DIANE MAKAR MURPHY Sorry, but I always get choked up at weddings
I don't know if you've ever done this, but I'm pretty sure I'm not the only one. Sometimes, I get a tickle on the back of my throat, induced by a little post nasal drip (sorry for the grossness), or a bit of vinegar on the tonsils, and I start to gag. This is one of those gags that makes you run for the ladies room to hide. Otherwise, well meaning people think you're choking on a meatball and want to Heimlich you.
At the very least, they stare with worried expressions and ask, "Are you OK?" Had they ever experienced this condition, they would realize the last thing a victim can do is talk. And the answer would be confusing anyway. Because you are NOT OK, and there is NOTHING anyone can do to help, except perhaps provide a glass of water. If I'm lucky, I can bark out, "Wa-ter" before starting to gag again.
It takes a monumental amount of concentration to make it to the bathroom while suppressing your gag reflex. (I don't know how sword swallowers do it.) To make matters worse, my body has a nifty added attraction. If I fail to cough away the cause of my choking, my body shifts into its only other "get rid of foreign invaders" mode and I embark on a series of gut wrenching, explosive sneezes that toss my head back and down, literally doubling me over. These can go on for a minute. My goal is always to make it to a hiding place, before this phase two kicks in.
Here's the scene
Picture me now, at dinner, enjoying a lovely raspberry vinaigrette when suddenly I realize my throat is beginning to pinch up. Talk about panic.
Last week, I attended my second cousin's wedding at the lovely ballroom on the second floor of the Wyndham Hotel in downtown Cleveland. (Yeah, this is going to be a horribly embarrassing story.) I walked through the receiving line, gave hugs and kisses to the bride and groom and made for the refreshments.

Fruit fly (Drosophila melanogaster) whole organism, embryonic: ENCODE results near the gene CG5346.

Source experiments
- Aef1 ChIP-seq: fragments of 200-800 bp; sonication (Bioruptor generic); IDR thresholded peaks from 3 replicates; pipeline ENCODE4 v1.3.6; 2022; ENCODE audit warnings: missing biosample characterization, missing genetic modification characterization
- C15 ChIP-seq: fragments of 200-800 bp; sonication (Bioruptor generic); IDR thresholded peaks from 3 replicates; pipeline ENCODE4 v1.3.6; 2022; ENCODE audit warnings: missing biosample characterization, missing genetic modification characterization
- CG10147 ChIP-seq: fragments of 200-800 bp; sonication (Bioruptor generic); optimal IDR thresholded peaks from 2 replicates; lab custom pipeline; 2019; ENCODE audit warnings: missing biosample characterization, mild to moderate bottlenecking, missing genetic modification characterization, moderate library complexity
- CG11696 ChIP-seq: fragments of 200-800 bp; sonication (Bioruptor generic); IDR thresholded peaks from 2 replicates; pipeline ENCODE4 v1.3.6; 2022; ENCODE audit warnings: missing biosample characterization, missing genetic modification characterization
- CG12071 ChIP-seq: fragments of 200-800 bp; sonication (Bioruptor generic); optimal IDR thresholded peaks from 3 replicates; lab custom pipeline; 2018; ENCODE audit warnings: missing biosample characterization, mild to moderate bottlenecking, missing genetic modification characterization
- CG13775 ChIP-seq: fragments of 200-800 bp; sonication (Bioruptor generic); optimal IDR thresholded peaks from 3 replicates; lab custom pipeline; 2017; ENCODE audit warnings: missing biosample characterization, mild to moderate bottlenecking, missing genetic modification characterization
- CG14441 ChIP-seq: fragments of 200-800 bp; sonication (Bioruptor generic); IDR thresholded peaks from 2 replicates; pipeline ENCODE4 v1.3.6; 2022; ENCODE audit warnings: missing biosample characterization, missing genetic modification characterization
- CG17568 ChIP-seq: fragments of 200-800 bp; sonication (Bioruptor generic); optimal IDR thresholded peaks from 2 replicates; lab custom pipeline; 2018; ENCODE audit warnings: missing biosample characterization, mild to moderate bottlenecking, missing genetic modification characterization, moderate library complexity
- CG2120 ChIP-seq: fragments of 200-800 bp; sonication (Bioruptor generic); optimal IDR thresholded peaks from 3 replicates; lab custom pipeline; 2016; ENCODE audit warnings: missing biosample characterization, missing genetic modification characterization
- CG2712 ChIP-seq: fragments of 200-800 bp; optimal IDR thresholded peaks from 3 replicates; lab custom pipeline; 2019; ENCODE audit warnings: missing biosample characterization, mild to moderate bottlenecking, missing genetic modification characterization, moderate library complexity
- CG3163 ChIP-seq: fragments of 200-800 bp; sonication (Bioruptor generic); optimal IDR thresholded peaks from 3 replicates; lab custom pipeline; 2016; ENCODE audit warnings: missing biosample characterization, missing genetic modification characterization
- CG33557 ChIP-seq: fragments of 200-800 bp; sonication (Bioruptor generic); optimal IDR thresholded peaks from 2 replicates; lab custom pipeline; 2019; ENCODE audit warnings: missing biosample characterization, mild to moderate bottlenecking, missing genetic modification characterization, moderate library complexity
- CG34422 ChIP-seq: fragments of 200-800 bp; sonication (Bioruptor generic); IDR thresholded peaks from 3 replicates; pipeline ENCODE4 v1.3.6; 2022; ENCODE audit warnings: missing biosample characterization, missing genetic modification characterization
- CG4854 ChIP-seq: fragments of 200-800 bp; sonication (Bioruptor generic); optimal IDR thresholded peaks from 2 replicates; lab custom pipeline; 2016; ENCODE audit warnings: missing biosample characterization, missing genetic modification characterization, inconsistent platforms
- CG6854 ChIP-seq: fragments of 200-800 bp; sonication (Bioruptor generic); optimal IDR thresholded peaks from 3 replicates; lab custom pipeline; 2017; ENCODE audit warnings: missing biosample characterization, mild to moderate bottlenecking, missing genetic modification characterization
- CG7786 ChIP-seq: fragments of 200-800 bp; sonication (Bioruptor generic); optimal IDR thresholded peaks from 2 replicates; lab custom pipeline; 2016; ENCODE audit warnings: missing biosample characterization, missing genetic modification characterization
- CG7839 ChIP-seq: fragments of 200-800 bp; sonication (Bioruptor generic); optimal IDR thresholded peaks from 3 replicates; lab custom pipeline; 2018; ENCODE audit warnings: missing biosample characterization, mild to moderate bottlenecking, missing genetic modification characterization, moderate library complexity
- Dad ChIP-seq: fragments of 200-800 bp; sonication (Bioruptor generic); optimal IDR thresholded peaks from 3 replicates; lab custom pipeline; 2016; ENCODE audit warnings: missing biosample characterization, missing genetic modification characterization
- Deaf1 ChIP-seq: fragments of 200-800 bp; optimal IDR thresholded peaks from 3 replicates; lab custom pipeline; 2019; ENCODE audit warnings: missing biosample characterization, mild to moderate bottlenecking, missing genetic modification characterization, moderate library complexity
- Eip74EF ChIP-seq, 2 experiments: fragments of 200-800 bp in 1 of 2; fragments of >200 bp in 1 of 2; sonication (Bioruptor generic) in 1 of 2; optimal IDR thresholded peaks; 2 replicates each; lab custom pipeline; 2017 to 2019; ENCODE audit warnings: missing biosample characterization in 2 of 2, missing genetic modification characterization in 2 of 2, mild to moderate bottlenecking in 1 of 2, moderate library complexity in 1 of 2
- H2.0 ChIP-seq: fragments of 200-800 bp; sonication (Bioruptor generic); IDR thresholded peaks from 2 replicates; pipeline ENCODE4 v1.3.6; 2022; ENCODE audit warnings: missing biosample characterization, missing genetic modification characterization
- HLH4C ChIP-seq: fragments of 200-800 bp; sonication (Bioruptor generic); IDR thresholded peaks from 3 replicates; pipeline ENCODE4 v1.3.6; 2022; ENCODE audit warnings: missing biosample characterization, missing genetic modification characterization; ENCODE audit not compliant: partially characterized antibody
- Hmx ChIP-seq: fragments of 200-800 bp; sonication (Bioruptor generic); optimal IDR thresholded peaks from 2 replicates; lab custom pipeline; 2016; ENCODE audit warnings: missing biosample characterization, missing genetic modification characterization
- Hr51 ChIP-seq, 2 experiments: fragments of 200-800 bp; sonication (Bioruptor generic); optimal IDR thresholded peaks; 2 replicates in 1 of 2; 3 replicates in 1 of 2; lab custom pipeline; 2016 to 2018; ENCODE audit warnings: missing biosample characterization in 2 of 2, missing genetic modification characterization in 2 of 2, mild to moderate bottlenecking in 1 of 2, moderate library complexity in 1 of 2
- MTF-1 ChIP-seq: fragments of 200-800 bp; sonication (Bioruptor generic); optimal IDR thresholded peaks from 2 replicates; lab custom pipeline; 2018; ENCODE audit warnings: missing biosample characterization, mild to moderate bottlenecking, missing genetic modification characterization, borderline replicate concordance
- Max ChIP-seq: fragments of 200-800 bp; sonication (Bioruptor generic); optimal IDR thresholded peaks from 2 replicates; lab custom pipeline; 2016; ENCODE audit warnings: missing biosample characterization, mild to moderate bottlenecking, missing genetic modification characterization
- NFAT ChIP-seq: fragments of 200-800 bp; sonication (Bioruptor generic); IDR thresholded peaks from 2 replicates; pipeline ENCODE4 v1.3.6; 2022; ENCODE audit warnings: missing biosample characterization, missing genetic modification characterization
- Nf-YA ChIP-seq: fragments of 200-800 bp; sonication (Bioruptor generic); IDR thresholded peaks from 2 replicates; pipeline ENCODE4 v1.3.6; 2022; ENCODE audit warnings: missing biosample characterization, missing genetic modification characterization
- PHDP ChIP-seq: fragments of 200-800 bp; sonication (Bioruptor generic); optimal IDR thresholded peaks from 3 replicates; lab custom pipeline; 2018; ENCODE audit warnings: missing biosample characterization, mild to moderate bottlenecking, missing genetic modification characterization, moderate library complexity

My husband went to get drinks while my daughter and I went to the lovely fountain surrounded by platters of various cheeses and crackers. I took a small piece of toast and a bit of smoked cheese onto a small plate and found a cousin.
"Did Donnie perform the service?" I asked Laura of her son. Donnie is a priest. I hadn't seen any of them since the bride's sister's wedding last year.
"Yes, he's over there. Come on."
Somewhere between that innocuous invitation and the place were Father Donnie, his friend, his sister -- my cousin Mary Beth, and her companion stood, I took a bite of that toast. My second cousins both started to smile as I approached. I cleared my throat. A crumb nestled against an adenoid.
"Diane, it is so good to see you."
The folds of my throat began to tighten.
"How are you?"
Boom! That was it. Like a sea anemone closing in on its prey, my throat squeezed shut. I grunted.
"Are you OK?"
I grunted again.
"You're choking on something?"
I grunted, smiled and looked helplessly at Hannah, who had seen me do this many a time before. She stared helplessly back.
By now my face was beet red (I'm sure), and I was grunting to force the frog from my throat. The restroom was miles away and I knew I wouldn't make it before the sneezes came. What I wanted was water, but John was still in the bar line.
"Are you all right? Are you choking?" Mary Beth asked.
Praying for water
My eyes searched in panic going from hand to hand looking for water. Everyone was holding a glass. I nearly grabbed the glass from Donnie the priest's hand (it seemed like a good bet) and took a huge guzzle. Vodka and tonic, it turned out. Ah well.
I believe I have thus perfected the memorable introduction. If another cousin gets married next year, I am considering falling down a flight of stairs and ending with my skirt over my head …